The intricate structure of Saturn's iconic rings is revealed in amazing detail in a stunning new photo by NASA's Cassini spacecraft.
Dozens and dozens of individual ringlets are visible in the photo, which Cassini captured on Sept. 24, 2016, when the probe was about 283,000 miles (456,000 kilometers) from Saturn and positioned 4 degrees above the ring plane.
These ringlets display quite a bit of variation, and it's unclear exactly why, NASA officials said. [See More Photos of Saturn's Glorious Rings]
"Ring scientists are debating the nature of these features — whether they have always appeared this way, or if their appearance has evolved over time," NASA officials wrote in a description of the new photo, which was released Monday (Nov. 7).
Saturn's rings are composed of 90 to 95 percent water ice. Scientists aren't sure where the rings originally came from, and theories abound. For example, some researchers think that the rings are remnants of an icy moon that was torn apart by Saturn's gravity, while others hypothesize that they're made up of material left over after the planet formed.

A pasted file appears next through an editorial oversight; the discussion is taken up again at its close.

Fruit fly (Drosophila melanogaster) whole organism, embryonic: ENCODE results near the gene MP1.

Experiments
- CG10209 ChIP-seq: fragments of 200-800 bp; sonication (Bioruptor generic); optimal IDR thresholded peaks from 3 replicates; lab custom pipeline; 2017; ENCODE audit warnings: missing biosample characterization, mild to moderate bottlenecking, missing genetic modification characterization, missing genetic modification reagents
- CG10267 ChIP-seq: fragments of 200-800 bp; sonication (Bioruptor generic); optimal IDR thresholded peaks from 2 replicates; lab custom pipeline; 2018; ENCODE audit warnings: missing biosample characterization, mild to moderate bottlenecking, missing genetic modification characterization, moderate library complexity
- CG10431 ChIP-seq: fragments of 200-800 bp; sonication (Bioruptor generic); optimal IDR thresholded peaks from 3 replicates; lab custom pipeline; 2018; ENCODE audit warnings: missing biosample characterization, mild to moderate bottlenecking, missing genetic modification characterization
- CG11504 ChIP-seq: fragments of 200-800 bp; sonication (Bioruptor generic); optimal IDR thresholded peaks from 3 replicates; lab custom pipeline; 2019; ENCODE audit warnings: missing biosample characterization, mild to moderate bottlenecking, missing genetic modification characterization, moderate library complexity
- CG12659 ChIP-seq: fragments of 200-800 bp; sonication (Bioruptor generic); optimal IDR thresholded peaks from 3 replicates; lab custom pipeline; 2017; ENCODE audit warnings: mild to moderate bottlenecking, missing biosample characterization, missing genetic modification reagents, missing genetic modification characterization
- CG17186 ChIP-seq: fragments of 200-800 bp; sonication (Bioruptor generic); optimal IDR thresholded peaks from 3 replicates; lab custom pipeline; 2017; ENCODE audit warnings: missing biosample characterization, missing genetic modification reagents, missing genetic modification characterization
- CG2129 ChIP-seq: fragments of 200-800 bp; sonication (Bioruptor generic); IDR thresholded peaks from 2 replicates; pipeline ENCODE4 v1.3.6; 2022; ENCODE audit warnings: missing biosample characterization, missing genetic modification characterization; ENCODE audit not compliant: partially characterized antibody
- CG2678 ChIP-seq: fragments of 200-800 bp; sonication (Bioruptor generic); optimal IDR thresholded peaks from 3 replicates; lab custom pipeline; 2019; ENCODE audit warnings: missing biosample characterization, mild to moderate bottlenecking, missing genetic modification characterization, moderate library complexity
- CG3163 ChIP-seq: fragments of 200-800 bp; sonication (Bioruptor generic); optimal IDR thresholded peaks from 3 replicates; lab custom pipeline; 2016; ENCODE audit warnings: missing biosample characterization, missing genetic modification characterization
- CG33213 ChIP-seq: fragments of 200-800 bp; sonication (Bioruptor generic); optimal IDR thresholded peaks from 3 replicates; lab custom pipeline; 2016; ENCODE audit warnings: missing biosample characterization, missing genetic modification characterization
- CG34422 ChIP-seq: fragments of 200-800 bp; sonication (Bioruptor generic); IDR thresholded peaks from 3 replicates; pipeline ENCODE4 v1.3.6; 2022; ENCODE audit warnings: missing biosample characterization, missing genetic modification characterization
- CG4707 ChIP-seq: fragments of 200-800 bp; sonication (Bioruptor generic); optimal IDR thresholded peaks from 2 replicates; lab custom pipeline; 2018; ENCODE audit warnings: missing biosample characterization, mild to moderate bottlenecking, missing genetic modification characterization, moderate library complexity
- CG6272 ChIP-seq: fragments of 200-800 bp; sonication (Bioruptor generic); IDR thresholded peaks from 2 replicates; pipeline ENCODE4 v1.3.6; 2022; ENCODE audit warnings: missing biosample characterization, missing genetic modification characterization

And recently, a team of astronomers hypothesized that the rings may be pieces of dwarf planets that strayed too close to the giant planet four billion years ago, during a chaotic period known as the Late Heavy Bombardment.
Cassini launched in 1997 and arrived in the Saturn system in 2004. The spacecraft will continue studying the ringed planet and its many moons through September 2017, when Cassini will perform an intentional death dive into Saturn's thick atmosphere.
The Cassini spacecraft also carried a piggyback lander called Huygens, which in January 2005 made the first-ever landing on Titan, Saturn's largest moon.
The $3.2 billion Cassini-Huygens mission is a collaboration involving NASA, the European Space Agency and the Italian Space Agency.